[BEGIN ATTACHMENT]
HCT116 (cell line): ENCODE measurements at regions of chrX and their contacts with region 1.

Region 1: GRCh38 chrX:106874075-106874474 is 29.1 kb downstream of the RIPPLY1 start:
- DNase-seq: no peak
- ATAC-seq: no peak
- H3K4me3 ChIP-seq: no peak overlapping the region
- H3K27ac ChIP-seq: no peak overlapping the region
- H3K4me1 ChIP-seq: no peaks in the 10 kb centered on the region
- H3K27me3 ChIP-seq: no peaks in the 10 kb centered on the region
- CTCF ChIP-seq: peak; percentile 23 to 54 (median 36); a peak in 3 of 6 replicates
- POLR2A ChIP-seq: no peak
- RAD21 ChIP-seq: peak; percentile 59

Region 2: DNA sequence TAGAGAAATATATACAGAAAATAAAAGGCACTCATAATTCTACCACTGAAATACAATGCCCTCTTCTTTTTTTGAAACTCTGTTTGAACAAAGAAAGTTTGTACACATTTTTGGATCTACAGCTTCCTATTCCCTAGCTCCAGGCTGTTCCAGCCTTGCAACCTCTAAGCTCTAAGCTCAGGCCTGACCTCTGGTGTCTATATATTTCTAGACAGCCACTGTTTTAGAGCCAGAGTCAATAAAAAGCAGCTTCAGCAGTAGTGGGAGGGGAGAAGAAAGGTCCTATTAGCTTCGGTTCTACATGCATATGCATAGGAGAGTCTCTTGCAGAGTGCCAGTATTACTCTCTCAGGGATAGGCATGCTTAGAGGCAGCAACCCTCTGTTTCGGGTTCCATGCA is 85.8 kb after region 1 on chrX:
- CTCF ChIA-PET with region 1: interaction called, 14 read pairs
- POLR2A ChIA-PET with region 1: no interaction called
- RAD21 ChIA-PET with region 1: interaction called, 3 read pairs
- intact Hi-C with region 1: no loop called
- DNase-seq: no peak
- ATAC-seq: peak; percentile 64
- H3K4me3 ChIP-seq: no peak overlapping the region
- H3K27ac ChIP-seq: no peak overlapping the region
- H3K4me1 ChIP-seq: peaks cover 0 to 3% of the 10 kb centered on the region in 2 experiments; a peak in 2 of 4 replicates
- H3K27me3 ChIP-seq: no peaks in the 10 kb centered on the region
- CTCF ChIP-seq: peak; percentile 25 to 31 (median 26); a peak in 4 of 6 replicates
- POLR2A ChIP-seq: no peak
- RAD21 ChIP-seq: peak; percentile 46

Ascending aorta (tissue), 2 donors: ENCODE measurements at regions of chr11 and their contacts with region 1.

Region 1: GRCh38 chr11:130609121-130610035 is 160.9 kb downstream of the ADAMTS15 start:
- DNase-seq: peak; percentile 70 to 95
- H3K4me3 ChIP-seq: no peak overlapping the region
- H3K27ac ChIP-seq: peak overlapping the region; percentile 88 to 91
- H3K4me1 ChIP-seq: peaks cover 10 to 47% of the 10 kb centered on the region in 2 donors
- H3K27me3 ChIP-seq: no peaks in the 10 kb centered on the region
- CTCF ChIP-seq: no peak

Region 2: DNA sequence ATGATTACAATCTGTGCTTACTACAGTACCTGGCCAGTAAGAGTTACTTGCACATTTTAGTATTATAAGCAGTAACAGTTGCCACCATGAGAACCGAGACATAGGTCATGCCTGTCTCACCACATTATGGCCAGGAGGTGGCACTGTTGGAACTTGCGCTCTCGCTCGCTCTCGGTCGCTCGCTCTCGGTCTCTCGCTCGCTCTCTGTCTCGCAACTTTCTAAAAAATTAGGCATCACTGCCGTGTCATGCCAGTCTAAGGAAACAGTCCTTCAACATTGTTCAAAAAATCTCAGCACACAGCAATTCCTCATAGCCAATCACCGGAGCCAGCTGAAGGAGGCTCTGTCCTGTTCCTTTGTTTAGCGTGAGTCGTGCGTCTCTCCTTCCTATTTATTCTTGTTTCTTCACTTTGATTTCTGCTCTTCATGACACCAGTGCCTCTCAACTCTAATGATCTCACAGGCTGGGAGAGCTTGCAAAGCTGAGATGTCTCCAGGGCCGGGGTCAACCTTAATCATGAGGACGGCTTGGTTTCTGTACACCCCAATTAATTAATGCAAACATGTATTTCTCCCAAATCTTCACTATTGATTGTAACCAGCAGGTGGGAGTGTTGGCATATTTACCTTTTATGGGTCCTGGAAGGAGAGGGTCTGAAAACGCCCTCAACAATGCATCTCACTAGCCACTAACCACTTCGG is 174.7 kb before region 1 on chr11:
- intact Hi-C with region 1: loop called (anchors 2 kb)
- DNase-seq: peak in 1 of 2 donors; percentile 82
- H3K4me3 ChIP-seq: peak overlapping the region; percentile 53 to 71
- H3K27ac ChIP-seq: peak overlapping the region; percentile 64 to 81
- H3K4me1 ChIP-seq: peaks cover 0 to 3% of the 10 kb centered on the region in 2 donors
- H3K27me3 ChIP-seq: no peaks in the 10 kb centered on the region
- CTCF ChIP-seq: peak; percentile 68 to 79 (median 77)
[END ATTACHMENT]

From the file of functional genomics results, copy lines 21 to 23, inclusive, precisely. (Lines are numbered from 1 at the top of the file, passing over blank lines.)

- H3K4me1 ChIP-seq: peaks cover 0 to 3% of the 10 kb centered on the region in 2 experiments; a peak in 2 of 4 replicates
- H3K27me3 ChIP-seq: no peaks in the 10 kb centered on the region
- CTCF ChIP-seq: peak; percentile 25 to 31 (median 26); a peak in 4 of 6 replicates